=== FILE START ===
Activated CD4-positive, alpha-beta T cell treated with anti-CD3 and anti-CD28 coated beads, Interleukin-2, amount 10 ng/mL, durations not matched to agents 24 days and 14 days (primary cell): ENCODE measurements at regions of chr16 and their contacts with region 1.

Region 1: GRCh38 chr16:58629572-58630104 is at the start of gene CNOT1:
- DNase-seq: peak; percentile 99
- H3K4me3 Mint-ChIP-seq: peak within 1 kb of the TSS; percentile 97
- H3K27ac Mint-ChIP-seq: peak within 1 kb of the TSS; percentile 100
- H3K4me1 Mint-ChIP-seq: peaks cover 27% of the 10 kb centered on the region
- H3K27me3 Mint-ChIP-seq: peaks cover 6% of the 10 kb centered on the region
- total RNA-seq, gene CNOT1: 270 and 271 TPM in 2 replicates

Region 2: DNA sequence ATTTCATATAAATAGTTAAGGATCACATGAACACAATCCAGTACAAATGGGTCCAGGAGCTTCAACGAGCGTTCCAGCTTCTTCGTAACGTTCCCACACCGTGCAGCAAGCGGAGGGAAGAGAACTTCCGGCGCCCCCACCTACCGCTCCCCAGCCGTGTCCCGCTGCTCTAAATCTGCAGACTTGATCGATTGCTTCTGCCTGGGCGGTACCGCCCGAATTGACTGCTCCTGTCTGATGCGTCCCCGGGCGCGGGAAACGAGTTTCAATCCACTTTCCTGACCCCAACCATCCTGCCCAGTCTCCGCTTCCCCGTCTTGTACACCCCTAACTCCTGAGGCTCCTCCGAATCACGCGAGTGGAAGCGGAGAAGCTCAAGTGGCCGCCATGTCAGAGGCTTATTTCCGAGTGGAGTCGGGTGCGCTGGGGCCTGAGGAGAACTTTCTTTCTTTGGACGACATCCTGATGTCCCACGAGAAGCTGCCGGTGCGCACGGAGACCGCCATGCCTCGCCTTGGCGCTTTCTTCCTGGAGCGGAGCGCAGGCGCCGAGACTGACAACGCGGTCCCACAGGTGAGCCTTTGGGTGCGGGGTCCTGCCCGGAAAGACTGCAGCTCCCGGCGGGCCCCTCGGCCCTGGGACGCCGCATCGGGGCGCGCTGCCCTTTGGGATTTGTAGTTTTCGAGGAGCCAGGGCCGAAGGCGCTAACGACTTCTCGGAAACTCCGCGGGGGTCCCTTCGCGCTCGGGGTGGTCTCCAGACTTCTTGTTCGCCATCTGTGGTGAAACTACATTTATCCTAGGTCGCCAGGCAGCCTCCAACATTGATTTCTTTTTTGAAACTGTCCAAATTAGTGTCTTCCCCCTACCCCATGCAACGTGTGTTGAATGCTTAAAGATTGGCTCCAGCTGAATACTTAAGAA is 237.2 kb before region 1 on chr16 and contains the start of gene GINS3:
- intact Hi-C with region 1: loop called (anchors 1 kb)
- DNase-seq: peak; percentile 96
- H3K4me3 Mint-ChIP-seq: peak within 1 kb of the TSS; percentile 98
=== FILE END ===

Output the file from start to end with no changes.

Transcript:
Activated CD4-positive, alpha-beta T cell treated with anti-CD3 and anti-CD28 coated beads, Interleukin-2, amount 10 ng/mL, durations not matched to agents 24 days and 14 days (primary cell): ENCODE measurements at regions of chr16 and their contacts with region 1.

Region 1: GRCh38 chr16:58629572-58630104 is at the start of gene CNOT1:
- DNase-seq: peak; percentile 99
- H3K4me3 Mint-ChIP-seq: peak within 1 kb of the TSS; percentile 97
- H3K27ac Mint-ChIP-seq: peak within 1 kb of the TSS; percentile 100
- H3K4me1 Mint-ChIP-seq: peaks cover 27% of the 10 kb centered on the region
- H3K27me3 Mint-ChIP-seq: peaks cover 6% of the 10 kb centered on the region
- total RNA-seq, gene CNOT1: 270 and 271 TPM in 2 replicates

Region 2: DNA sequence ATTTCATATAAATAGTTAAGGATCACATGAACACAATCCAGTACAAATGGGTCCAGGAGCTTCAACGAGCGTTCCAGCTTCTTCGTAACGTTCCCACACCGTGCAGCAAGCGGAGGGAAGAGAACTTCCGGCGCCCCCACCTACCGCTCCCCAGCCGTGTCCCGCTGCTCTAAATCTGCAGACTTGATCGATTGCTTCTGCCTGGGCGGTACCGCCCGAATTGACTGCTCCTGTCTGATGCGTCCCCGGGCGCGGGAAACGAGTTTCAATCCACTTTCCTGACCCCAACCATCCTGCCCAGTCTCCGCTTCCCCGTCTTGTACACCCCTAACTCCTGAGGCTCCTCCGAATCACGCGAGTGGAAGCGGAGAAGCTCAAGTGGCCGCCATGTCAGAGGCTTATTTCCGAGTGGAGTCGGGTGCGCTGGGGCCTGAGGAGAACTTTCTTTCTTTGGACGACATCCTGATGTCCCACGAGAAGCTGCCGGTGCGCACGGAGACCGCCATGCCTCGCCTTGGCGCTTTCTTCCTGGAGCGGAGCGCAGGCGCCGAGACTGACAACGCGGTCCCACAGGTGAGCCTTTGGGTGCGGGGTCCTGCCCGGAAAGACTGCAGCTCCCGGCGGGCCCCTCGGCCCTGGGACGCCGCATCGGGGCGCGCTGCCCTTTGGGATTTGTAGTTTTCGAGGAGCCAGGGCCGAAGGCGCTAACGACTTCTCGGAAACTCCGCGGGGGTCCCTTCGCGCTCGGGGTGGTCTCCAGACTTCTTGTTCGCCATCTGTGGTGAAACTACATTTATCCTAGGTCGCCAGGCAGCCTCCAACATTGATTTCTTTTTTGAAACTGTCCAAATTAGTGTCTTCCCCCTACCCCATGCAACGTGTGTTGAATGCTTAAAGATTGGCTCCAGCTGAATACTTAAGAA is 237.2 kb before region 1 on chr16 and contains the start of gene GINS3:
- intact Hi-C with region 1: loop called (anchors 1 kb)
- DNase-seq: peak; percentile 96
- H3K4me3 Mint-ChIP-seq: peak within 1 kb of the TSS; percentile 98